More than 20 years ago, men in Australia started growing a moustache (a “mo”) in the month of November and rechristened the month as “Movember”. The “Movember movement” has since spread worldwide and raises money for men’s health (mainly prostate cancer, testicular cancer, mental illness and suicide prevention) – and so, this month is an appropriate time to discuss men shaving (or not shaving) and acne.
Stress does not directly cause acne. However, studies have shown that if you already are troubled by acne, then stress can make it worse. Research has found that any injury or damage to skin, which includes acne, will be much slower in healing when a person is under stress. So what can be done?
During the Covid pandemic, the practice of wearing a mask in the UK has become one of the new “norms”. With prolonged mask wearing, the health of facial skin has been shown to suffer. We even have a new term for it: maskne. However, with a few adjustments we can reduce the risk/severity of these acne flare-ups.
What is hormonal acne? What effect do hormones have on the skin? When can hormonal acne strike? Where typically does hormonal acne occur? And most importantly: What can be done about it?
There are mixed opinions as to whether the sun actually helps with problem skin. The most important consequence of sun exposure for people with acne is that inflamed and irritated skin is much more likely to become pigmented, which is the skin’s protective response as it tries to minimise sun damage.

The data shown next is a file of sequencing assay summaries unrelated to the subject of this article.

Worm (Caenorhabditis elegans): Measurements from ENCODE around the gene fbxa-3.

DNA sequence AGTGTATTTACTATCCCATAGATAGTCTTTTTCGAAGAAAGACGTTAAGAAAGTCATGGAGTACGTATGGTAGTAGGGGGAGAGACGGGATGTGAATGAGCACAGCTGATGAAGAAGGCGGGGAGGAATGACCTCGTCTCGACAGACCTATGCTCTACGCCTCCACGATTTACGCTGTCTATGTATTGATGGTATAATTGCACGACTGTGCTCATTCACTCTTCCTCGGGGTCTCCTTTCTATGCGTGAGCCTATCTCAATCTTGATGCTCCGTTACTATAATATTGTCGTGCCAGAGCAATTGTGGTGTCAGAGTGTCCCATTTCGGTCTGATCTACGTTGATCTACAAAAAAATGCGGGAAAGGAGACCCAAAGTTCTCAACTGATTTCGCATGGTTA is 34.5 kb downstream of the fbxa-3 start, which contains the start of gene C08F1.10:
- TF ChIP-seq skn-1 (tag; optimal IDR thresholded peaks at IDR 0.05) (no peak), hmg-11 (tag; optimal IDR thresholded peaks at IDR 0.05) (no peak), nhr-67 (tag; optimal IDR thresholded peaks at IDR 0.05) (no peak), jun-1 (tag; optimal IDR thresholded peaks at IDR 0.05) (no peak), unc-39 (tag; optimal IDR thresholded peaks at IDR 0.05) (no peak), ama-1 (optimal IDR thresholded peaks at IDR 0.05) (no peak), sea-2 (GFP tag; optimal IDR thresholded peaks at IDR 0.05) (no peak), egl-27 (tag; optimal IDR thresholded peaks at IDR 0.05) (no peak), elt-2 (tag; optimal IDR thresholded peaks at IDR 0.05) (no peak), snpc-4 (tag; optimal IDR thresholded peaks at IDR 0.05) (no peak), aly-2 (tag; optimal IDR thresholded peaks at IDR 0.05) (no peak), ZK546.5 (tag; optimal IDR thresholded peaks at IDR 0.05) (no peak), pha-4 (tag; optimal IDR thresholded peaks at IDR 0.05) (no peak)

When your skin is dehydrated, it can feel tight and dry – and this may lead you to think that you are suffering from dry skin. If your skin is dehydrated and particularly if this has resulted in spots, you should establish an effective skincare regime. Here's how to do just that.
How does Blue Light Technology harnesses all the benefits of light to treat acne without the harmful UV rays? Dr Sam Robson - medical director at Temple Clinic - explains how we can combine what we have learned from science and nature to get the best of both worlds in her latest blog.
Acne is known to cause stress, anxiety and depression. The effects of stress in causing or worsening acne have not been studied as widely. Together stress and acne comprise a vicious cycle. How to put a break on it?
For many years antibiotic therapy has been an important part of acne treatment in either topical or oral form. But nowadays we deal with such endemic levels of resistance that we have had to reduce our reliance on antibiotics and explore novel and new ways of treating acne.